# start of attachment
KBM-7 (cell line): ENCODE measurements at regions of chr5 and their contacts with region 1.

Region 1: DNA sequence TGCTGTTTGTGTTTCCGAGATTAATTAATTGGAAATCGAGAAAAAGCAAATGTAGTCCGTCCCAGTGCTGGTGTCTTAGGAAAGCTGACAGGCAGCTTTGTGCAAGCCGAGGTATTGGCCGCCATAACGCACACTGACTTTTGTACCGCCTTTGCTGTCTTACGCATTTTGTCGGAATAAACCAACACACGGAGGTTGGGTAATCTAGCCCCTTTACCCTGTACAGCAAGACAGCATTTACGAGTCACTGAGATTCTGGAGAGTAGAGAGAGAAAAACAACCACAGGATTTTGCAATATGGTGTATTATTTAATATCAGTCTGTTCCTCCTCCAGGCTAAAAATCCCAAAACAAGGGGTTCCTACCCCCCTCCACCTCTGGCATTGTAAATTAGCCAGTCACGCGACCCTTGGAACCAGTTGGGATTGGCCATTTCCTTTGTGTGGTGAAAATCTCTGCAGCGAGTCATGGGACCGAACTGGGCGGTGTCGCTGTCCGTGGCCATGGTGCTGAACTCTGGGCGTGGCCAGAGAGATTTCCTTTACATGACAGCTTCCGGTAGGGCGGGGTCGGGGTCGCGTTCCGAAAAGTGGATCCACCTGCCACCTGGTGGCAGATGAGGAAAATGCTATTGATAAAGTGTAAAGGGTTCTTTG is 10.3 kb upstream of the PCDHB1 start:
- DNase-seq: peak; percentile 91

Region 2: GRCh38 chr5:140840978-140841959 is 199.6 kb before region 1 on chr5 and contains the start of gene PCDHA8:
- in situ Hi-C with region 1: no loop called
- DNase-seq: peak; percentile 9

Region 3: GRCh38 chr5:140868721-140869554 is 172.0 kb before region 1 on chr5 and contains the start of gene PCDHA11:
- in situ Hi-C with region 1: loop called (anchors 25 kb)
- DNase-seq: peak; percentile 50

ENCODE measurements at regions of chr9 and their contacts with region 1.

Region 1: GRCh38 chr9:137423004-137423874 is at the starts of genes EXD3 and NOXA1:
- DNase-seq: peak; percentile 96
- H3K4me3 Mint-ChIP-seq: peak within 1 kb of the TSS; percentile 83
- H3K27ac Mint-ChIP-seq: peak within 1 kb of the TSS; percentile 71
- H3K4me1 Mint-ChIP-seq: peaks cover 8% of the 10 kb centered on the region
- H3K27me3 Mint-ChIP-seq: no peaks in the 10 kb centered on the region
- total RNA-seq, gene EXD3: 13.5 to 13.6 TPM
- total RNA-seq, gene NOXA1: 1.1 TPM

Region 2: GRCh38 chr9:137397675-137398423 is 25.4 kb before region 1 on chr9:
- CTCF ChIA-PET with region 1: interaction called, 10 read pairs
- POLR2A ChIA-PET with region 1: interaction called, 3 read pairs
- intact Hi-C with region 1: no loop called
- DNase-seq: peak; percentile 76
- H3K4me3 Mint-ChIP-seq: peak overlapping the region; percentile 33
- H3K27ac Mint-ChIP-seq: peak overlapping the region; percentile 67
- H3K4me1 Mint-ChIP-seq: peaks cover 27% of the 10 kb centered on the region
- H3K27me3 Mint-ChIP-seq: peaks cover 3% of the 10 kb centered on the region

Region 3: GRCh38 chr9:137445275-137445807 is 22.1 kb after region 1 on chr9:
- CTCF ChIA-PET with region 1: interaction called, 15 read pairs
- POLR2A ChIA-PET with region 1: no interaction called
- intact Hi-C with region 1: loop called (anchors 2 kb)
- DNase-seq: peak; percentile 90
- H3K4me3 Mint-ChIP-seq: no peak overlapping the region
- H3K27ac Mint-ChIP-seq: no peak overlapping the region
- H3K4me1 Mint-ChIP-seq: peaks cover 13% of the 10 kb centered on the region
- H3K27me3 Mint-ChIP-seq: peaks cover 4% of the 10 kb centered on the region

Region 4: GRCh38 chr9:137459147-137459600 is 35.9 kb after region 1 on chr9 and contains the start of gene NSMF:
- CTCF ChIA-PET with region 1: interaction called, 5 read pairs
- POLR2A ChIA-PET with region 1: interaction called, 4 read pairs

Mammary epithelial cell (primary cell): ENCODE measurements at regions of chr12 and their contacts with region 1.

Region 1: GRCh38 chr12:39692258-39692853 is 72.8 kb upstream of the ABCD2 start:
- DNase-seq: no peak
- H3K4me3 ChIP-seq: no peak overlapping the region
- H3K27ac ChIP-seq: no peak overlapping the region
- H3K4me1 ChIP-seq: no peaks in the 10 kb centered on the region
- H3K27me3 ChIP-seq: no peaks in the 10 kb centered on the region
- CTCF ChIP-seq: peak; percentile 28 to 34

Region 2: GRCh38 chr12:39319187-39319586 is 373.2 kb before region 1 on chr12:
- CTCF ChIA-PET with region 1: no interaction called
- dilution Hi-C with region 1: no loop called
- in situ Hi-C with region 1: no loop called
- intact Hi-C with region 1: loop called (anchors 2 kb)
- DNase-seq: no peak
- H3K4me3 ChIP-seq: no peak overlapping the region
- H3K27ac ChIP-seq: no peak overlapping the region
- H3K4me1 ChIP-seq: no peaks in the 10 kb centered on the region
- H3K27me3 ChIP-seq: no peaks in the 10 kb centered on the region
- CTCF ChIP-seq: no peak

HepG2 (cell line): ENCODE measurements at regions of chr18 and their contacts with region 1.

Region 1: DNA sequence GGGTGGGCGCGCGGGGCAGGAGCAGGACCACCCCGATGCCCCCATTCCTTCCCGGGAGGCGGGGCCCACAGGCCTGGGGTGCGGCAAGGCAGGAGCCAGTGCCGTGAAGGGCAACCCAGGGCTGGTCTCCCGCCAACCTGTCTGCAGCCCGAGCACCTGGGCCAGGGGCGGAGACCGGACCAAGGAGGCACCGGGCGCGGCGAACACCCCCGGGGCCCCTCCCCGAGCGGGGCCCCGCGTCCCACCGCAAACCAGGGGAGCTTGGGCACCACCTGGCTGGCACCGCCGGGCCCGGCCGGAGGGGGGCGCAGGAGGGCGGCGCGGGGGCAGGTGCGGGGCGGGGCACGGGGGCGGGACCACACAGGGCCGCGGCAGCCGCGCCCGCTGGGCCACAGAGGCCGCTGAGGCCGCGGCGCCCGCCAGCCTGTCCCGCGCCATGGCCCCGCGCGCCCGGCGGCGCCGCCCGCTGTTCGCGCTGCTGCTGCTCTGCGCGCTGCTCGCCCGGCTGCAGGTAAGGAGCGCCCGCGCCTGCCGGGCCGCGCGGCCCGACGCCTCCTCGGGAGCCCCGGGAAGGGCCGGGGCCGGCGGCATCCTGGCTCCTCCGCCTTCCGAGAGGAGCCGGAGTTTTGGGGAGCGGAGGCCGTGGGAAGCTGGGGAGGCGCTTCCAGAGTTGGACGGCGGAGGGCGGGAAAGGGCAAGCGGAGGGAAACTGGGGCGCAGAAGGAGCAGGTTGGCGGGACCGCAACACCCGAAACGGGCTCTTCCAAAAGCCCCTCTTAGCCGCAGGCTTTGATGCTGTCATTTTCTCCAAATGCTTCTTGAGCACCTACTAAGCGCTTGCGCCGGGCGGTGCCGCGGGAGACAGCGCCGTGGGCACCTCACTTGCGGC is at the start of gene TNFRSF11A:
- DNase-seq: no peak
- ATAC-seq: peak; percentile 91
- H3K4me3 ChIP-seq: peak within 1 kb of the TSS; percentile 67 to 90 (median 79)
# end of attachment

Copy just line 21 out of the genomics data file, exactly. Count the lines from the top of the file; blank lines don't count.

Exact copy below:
- POLR2A ChIA-PET with region 1: interaction called, 3 read pairs